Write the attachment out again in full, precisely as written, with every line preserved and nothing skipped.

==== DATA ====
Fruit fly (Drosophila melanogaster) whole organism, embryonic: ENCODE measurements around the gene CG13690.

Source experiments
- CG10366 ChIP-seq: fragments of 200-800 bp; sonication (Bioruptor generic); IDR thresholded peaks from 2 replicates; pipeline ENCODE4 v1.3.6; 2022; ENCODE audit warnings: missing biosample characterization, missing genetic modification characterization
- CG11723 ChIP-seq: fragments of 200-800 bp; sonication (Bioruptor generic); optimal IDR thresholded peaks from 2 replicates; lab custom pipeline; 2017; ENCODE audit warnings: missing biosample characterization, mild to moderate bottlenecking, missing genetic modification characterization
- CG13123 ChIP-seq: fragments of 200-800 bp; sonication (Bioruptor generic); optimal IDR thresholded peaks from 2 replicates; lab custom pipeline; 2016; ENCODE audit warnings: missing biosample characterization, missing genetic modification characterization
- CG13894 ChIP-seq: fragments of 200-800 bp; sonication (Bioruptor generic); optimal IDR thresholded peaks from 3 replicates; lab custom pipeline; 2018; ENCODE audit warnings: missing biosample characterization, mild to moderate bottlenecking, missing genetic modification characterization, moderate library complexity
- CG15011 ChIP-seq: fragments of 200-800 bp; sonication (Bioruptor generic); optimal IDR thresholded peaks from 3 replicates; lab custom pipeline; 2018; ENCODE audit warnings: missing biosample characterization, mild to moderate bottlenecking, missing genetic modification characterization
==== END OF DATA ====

Fruit fly (Drosophila melanogaster) whole organism, embryonic: ENCODE measurements around the gene CG13690.

Source experiments
- CG10366 ChIP-seq: fragments of 200-800 bp; sonication (Bioruptor generic); IDR thresholded peaks from 2 replicates; pipeline ENCODE4 v1.3.6; 2022; ENCODE audit warnings: missing biosample characterization, missing genetic modification characterization
- CG11723 ChIP-seq: fragments of 200-800 bp; sonication (Bioruptor generic); optimal IDR thresholded peaks from 2 replicates; lab custom pipeline; 2017; ENCODE audit warnings: missing biosample characterization, mild to moderate bottlenecking, missing genetic modification characterization
- CG13123 ChIP-seq: fragments of 200-800 bp; sonication (Bioruptor generic); optimal IDR thresholded peaks from 2 replicates; lab custom pipeline; 2016; ENCODE audit warnings: missing biosample characterization, missing genetic modification characterization
- CG13894 ChIP-seq: fragments of 200-800 bp; sonication (Bioruptor generic); optimal IDR thresholded peaks from 3 replicates; lab custom pipeline; 2018; ENCODE audit warnings: missing biosample characterization, mild to moderate bottlenecking, missing genetic modification characterization, moderate library complexity
- CG15011 ChIP-seq: fragments of 200-800 bp; sonication (Bioruptor generic); optimal IDR thresholded peaks from 3 replicates; lab custom pipeline; 2018; ENCODE audit warnings: missing biosample characterization, mild to moderate bottlenecking, missing genetic modification characterization